that he set the Lord alone before his eyes;' and such a Lord, who was always at his right hand, that he should not be moved;' that is, a propitious and merciful Lord, And this is what was shewn at the begin ning of the Psalm, where he cried, “ Preserve me, O God, for I hope in thee.” This is what I have so often observed already that no one can sustain a suffering or death, unless he is able to use this counsel, and unless he is able to set before him an all-merciful God, iyea, ja God as full of mercy as possible ; as it is said, Wisdom i, 1, “ Think of the Lord in goodness.”. And again, Psalm ü. 2, 3, Many, there be that say unto my soul, There is no help for him in his God, But thou, O Lord, art a shield for me; my glory, and the lifter up of my head.” And again, Psalm xxvi. 3, thy loving-kindness is before mine eyes. I have walked in thy truth.” For I have said, that the object of hope is the pure unmerited mercy of God freely held out to us in the promise, and nothing but this; which is to be begged and sought for by the unworthy. And hence, all those counsellors are the worst, and are devilish, who cast their sins in the teeth of the suffering or dying, or who set, before them God as an exactor, who is to be gained over by, satisfactions and proposed good works. The Lord never gave , such counsel, but Satan; and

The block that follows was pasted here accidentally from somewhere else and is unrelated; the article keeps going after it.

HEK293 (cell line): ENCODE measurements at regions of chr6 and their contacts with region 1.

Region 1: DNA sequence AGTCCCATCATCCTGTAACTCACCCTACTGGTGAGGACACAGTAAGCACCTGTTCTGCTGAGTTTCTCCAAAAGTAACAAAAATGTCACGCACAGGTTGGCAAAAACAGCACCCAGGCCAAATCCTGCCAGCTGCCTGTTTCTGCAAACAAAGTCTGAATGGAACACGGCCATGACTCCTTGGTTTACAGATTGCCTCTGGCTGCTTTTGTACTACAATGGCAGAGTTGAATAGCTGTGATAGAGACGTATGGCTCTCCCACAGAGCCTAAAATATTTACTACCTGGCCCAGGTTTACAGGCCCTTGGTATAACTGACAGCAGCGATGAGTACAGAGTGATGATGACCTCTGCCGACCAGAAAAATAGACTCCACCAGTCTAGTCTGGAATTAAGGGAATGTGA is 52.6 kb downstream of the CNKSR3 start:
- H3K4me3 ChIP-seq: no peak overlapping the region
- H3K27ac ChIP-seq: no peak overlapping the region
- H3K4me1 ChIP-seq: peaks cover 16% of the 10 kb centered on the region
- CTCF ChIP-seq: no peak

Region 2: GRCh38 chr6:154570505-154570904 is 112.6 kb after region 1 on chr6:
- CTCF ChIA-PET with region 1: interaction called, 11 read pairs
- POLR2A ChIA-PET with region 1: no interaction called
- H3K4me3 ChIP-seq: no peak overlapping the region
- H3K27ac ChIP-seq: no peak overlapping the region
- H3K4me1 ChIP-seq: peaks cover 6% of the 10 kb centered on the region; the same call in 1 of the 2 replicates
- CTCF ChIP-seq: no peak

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therefore all who follow it, grow nearer and nearer to desperation and blasphemy than to blessing and mercy.

The Hebrew and Hieronymus have it, 'I set the Lord always before me.' And the Lord being thus set before the man, gives him a heart courageous, happy, and prepared to all good works, and to do and bear all things: and it is this setting before,' as I have often said, that is to be the spring of our whole life and of all our works. For who would not do and dare every thing most willingly who had a persuasion that he pleased God, and that God was propitious and favourable ? And what sin, however pleasing, would he not contemn and hate while enjoying this trust and confidence in God? This faith, in truth, does not, and cannot, do any evil, even as also it cannot be overcome by any evil. No one, but he who has experienced it, can conceive how this faith draws from all evil and moves to all good. Wherefore, in this verse, the Spirit most beautifully sets before us the very nature, effects, and worth of that faith which thus trusteth in God. For what is it to trust in God, but for the man to set God always before him, and to be firmly persuaded that God is on his right hand, so that he shall not be moved? And he that remains in this 'setting before,' how shall be not always live well and work well ? What storm of evil shall ever subvert him? He is founded upon the firm rock!